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RE's EBac omission is 'indefensible'

News | Published in TES Newspaper on 18 March, 2011

The Archbishop of Westminster has attacked the omission of RE from the English Baccalaureate as "indefensible". The Most Reverend Vincent Nichols said religious studies were "an invaluable help in the project of building the common good".

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Comment (2)

  • The Archbishop of Westminster heads the Roman Catholic Archdiocese of Westminster, in England; is he speaking on behalf of the Pope? More importantly we need to ask why ANY religious organisation is trying to meddle in state education matters?

    The catholic church does not have a good record on matters dealing with young people and until it opens the doors of the catholic church to legal procedures against pedophile priests it has no moral basis on which to preach about what is right or wrong concerning any child let alone all pupils in England.

    Vincent Nichols attended St. Mary's College in Crosby from 1956 to 1963 which was then run by the Christian Brothers; so he must have some first hand experience of dealings with the more abusive end of his faith,

    In August 2010 Archbishop Nichols expressed support for the echoes of Catholic teaching emerging in the language of the new Coalition Government. In particular, he is enthusiastic at the opportunities offered by Mr Cameron’s call for a Big Society. Nichols said that “It gives us an experience of being together in a place that turns things on their head a bit,”. He expressed excitement at the potential for the Coalition so I presume he is hoping to have more influence on the Tories English Baccalaureate with his ''you scratch my back & I'll put in a good word with the catholic voters'' tactics.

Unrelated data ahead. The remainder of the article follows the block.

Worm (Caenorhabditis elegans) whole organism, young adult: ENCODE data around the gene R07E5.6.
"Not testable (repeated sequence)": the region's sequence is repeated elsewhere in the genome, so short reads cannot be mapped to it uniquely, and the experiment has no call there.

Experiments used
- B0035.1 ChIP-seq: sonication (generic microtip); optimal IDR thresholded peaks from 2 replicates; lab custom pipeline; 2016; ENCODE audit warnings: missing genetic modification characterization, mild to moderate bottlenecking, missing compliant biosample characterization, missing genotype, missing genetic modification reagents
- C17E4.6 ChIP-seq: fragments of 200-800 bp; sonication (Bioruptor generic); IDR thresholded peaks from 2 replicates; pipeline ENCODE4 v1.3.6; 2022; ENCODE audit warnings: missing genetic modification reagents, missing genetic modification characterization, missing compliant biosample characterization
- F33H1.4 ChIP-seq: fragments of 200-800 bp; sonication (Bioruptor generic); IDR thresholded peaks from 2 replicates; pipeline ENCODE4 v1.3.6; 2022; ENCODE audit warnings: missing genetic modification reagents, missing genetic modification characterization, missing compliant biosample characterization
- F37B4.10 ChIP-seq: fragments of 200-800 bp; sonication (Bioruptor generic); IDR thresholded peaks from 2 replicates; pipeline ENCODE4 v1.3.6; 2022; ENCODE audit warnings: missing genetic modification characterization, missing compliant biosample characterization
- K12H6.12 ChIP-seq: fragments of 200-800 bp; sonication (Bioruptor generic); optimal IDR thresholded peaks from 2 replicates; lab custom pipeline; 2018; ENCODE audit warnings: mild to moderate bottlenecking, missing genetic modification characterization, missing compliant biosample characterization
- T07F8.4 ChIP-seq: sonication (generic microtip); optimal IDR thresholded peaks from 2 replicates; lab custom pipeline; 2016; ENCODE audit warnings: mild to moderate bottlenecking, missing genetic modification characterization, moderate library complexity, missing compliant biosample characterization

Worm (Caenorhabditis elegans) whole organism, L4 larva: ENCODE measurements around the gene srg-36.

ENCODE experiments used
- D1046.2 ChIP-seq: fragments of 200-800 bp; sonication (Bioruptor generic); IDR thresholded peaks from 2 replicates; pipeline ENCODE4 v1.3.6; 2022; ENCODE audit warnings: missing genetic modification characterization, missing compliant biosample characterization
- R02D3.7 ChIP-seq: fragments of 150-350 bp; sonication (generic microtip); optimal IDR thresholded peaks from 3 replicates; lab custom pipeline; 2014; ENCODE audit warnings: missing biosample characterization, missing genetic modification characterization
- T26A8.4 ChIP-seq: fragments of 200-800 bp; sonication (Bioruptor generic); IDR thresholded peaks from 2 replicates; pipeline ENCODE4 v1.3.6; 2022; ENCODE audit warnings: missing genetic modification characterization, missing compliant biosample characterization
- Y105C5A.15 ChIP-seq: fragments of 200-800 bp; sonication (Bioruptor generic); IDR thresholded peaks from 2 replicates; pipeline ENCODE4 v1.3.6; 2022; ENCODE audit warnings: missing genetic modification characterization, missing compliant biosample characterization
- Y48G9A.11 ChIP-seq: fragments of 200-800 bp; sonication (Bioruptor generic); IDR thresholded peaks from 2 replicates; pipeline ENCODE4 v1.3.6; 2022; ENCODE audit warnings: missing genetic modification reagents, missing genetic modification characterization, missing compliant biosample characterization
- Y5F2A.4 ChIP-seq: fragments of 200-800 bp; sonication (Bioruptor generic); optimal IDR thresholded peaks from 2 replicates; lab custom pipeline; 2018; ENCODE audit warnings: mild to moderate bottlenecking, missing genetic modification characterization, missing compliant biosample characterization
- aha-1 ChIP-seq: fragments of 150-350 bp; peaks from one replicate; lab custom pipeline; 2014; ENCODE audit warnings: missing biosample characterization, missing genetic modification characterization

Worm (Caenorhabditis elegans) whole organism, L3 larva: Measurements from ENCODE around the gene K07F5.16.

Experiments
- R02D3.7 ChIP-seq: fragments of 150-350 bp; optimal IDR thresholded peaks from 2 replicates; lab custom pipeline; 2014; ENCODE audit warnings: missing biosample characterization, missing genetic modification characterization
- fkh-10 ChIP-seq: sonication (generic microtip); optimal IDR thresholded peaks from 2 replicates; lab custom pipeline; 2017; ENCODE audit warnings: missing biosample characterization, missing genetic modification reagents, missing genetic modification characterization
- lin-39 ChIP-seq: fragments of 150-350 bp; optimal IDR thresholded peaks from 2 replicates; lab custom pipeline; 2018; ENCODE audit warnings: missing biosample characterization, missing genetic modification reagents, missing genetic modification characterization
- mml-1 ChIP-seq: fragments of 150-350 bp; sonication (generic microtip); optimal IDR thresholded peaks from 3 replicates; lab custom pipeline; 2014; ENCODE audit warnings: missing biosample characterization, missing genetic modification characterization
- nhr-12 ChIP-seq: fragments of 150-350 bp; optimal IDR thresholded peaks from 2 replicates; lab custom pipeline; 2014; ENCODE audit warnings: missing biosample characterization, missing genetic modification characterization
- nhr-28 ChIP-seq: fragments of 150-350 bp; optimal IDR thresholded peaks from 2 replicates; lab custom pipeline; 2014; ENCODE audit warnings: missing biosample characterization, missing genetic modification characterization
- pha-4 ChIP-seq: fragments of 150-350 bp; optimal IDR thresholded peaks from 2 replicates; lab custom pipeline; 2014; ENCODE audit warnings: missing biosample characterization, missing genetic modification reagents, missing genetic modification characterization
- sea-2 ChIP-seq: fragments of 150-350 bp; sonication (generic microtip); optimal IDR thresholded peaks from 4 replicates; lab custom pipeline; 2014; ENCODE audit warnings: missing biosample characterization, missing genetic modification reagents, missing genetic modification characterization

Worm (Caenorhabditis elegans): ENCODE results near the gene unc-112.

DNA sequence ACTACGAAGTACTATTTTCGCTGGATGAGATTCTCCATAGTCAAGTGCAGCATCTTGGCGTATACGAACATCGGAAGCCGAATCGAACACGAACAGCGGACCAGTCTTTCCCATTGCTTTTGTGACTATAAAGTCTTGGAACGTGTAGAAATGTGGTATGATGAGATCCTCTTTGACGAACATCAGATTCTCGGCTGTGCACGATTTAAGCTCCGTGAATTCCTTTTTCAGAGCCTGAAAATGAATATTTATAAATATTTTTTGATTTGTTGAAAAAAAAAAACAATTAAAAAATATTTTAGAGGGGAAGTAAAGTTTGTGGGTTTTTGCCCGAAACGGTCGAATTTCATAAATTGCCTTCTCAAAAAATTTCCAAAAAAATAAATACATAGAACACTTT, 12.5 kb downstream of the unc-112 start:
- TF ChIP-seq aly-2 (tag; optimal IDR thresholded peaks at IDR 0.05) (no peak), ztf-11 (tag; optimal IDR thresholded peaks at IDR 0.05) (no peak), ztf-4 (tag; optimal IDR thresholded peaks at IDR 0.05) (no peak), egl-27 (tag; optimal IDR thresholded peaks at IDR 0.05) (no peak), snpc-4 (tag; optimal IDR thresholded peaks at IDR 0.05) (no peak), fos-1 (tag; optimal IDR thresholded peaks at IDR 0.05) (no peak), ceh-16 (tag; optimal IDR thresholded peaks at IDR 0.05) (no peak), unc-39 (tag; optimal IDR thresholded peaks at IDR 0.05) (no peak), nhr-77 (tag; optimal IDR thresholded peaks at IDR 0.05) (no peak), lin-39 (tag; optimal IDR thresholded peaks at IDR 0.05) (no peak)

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    23 March, 2011

    Brooke Bond

  • Are you sure what religious studies actually is? As an atheist, and an RE teacher I doubt you don't. Yes, I agree that confessional education might be a problem that needs addressing but pupils need to understand the world they live in during school. In no way do I, or any other teacher I know in non-denominatinal schools, teach about a 'true' faith. The majority of people living on this planet are religious, and their religious beliefs affect their actions and beliefs on almost all world issues. If a child is to understand, or even challenege religion, then they need to study religion, alongside atheism, agnosticism and humanism etc... It creates a perfect environment to study the skills of interpretation, debate, evaluation etc... It is the only subject that tackles controversal issues, that deals with the wide range of cultures in Britain and the World, that allows the pupils to think critically about their own views, parents views, friends views and the views of others. To exclude a massive part of humanity from the humanity subjects in education creates an unrealistic perception of the world. If your argument is against faith based schools then please make it obvious. If not, then please argue your points based on what real RE is about in school.

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    22 June, 2011


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